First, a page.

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Comptroller Hsu: Regulation, Reserves Can Put the 'Stable' in Stablecoins

Acting Comptroller Michael J. Hsu laid out his plan to ensure the viability of the oft-maligned stablecoin sector, and it predictably includes rigorous oversight and regulation.

michael hsu bioHsu’s remarks regarding stablecoins, which are a type of cryptocurrency designed to peg their value to traditional, fiat currencies, were made during the BritishAmerican Business Transatlantic Finance Forum Executive Roundtable held earlier this month. “Within crypto, stablecoins have received the most attention from regulators worldwide. This is for good reason. Stablecoins bridge the fiat and crypto worlds and serve as the blockchain-native medium of exchange on crypto trading platforms,” Hsu said.

The panel forum entitled “The Future of Crypto-Assets and Regulation” featured both U.S. and U.K. regulators along with participation from the private sector, according to the organization. “Stablecoins are the oxygen of the crypto ecosystem and serve as a key link to the fiat currency world,” Hsu said. “Stablecoins also present unique risks. Currently, crypto users trust that the largest stablecoins are stable and equivalent to fiat: that is, the holders of USD-backed stablecoins believe they can redeem their stablecoins for US dollars on demand, at par, with no questions asked.”

Hsu compared that trust to that which depositors have with the banks holding their money. However, he warned that any fracture in that trust could come with catastrophic consequences. Panicky stablecoin holders who rush to redeem their digital assets for fiat could spark a cascade of activity that would be “indiscriminate in their destruction.”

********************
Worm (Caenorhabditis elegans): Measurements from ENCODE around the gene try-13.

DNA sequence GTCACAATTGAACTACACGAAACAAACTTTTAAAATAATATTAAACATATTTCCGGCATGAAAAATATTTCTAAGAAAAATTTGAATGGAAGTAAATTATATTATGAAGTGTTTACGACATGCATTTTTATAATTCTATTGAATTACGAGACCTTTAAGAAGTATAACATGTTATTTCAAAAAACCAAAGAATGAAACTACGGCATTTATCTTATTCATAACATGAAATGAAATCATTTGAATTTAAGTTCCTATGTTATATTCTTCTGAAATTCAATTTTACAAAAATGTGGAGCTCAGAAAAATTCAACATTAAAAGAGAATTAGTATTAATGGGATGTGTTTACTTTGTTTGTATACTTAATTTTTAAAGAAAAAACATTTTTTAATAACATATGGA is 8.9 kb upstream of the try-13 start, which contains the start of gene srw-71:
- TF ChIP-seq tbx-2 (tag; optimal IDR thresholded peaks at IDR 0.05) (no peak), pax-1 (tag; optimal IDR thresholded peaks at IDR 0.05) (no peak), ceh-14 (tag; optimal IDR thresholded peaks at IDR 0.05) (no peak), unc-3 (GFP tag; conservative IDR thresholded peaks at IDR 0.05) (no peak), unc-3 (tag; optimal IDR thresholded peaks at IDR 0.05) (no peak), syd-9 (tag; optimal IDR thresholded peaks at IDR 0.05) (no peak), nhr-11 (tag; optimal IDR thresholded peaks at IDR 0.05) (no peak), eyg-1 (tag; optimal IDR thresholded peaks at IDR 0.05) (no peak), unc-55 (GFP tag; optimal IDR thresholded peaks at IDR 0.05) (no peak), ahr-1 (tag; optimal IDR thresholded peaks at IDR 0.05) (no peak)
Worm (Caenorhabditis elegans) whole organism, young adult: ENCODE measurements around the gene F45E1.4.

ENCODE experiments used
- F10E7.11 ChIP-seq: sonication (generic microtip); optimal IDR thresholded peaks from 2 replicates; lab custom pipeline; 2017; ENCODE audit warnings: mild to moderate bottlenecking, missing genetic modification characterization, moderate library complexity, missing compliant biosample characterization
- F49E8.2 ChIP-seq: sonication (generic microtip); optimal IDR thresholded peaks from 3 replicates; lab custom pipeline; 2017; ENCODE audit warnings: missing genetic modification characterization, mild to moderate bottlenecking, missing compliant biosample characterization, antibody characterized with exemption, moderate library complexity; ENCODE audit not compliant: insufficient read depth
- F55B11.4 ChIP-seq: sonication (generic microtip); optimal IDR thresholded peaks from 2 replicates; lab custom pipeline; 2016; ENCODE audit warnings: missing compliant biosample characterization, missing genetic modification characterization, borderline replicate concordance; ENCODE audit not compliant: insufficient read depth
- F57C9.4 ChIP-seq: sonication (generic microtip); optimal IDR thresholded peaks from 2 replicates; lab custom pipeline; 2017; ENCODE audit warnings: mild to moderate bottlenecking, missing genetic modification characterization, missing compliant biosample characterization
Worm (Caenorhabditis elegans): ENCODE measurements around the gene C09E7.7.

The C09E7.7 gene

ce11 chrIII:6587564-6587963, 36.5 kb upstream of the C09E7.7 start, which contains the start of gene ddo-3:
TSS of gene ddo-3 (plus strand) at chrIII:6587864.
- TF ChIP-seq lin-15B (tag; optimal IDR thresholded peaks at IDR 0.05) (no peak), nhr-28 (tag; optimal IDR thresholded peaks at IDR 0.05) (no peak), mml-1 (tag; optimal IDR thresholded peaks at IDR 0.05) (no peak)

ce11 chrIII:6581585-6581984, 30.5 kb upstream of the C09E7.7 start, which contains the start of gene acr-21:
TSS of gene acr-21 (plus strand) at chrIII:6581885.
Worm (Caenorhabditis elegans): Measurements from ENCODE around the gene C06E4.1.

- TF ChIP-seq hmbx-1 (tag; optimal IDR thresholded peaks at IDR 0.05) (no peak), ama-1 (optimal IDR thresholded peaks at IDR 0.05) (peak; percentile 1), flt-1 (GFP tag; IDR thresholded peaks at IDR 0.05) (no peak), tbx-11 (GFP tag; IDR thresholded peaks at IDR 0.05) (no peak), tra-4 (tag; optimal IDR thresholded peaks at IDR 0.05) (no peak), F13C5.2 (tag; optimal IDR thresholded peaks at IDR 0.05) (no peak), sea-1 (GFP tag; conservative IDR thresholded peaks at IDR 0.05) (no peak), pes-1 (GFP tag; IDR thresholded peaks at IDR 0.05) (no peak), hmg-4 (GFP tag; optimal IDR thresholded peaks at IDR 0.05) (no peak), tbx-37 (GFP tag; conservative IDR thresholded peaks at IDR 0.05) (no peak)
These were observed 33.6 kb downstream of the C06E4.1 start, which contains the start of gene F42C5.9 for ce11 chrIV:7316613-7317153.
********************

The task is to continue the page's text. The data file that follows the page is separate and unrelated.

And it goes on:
“Runs are like hurricanes or tornadoes,” said the acting comptroller. “They do not distinguish between those who deserve to bear losses and those who are innocent.”

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One of the most notable cascades, or runs, in recent memory was the economically devastating financial crisis of 2008, Hsu pointed out. “It isn’t just about the assets or the numbers. It is as much about how others act when there is uncertainty and the fear of being the sucker,” he said.

To combat the psychological risks associated with stablecoins and their investments, Hsu called for tighter regulation and reserve funding. If stablecoin issuers were subjected to banking regulation and issuers were forced to keep adequate reserves, he said, it would add a layer of protection that investors could fall back on as they make their financial decisions.

“Even if the tide were to go out, the reserves would be there, overseen and examined by bank supervisors, and potentially even backstopped by access to a central bank’s discount window to meet short term liquidity needs if warranted,” he said during the address. “There would be no need for any holders to redeem or even to worry about redeeming a bank-regulated stablecoin. Bank regulation would give credibility to the ‘stable’ part of stablecoins.”

The roundtable panel addressing the challenges of crypto regulation included:

  • Esme Hodson, chief compliance officer at SC Ventures, Standard Chartered
  • Helene Oger-Zaher, payments, retail banking and crypto policy at the Financial Conduct Authority
  • Matthew Osborne, payments and policy lead at the Bank of England
  • Nicole Sandler, head of digital policy at Barclays
  • Cheyenne Hopkins, managing director of Strategic Communications at FTI Consulting, who moderated the event.

“While the pace of innovation in crypto is exciting and the growth of the industry presents a host of opportunities for banks, the risks, the pace of change, and the lack of standards and controls in the crypto space suggest that a cautious and careful approach is warranted,” Hsu concluded.

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